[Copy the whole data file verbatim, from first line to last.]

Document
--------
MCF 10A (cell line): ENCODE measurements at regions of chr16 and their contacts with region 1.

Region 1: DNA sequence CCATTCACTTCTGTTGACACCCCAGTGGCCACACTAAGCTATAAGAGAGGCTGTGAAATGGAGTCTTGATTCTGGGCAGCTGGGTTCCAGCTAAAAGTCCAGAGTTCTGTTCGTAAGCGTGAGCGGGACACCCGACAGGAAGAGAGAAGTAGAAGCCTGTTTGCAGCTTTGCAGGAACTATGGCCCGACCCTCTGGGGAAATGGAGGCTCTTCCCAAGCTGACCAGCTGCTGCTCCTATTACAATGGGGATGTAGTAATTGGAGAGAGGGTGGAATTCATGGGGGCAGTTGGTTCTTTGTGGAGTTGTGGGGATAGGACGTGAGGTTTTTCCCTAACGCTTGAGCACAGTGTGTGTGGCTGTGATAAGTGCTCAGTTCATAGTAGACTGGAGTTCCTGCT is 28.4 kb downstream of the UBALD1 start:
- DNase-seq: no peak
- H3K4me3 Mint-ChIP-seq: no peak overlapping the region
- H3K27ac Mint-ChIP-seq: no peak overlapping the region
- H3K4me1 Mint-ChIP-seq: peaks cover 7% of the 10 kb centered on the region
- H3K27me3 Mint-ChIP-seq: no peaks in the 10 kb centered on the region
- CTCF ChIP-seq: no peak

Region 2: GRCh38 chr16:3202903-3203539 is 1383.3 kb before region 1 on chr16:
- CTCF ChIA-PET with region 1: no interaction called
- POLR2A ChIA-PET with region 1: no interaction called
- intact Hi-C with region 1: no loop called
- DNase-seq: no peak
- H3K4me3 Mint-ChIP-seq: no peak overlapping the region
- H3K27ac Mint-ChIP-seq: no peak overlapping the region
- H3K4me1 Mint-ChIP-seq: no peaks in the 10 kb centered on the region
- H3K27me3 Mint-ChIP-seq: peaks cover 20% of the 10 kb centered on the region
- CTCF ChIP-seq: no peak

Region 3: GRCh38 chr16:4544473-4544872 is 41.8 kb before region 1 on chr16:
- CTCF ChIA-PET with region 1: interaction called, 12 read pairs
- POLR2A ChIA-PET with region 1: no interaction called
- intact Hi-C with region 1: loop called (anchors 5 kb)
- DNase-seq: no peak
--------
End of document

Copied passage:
MCF 10A (cell line): ENCODE measurements at regions of chr16 and their contacts with region 1.

Region 1: DNA sequence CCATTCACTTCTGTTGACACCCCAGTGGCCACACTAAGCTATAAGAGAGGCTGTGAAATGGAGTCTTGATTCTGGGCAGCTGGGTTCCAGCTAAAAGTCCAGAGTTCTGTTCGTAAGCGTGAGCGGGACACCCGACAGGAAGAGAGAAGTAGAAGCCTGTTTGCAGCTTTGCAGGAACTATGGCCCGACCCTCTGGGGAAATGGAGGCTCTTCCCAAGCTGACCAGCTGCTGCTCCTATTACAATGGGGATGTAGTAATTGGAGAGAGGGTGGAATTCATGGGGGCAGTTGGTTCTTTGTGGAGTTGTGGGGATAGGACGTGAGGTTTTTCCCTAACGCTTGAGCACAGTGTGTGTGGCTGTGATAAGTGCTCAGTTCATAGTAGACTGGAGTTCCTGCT is 28.4 kb downstream of the UBALD1 start:
- DNase-seq: no peak
- H3K4me3 Mint-ChIP-seq: no peak overlapping the region
- H3K27ac Mint-ChIP-seq: no peak overlapping the region
- H3K4me1 Mint-ChIP-seq: peaks cover 7% of the 10 kb centered on the region
- H3K27me3 Mint-ChIP-seq: no peaks in the 10 kb centered on the region
- CTCF ChIP-seq: no peak

Region 2: GRCh38 chr16:3202903-3203539 is 1383.3 kb before region 1 on chr16:
- CTCF ChIA-PET with region 1: no interaction called
- POLR2A ChIA-PET with region 1: no interaction called
- intact Hi-C with region 1: no loop called
- DNase-seq: no peak
- H3K4me3 Mint-ChIP-seq: no peak overlapping the region
- H3K27ac Mint-ChIP-seq: no peak overlapping the region
- H3K4me1 Mint-ChIP-seq: no peaks in the 10 kb centered on the region
- H3K27me3 Mint-ChIP-seq: peaks cover 20% of the 10 kb centered on the region
- CTCF ChIP-seq: no peak

Region 3: GRCh38 chr16:4544473-4544872 is 41.8 kb before region 1 on chr16:
- CTCF ChIA-PET with region 1: interaction called, 12 read pairs
- POLR2A ChIA-PET with region 1: no interaction called
- intact Hi-C with region 1: loop called (anchors 5 kb)
- DNase-seq: no peak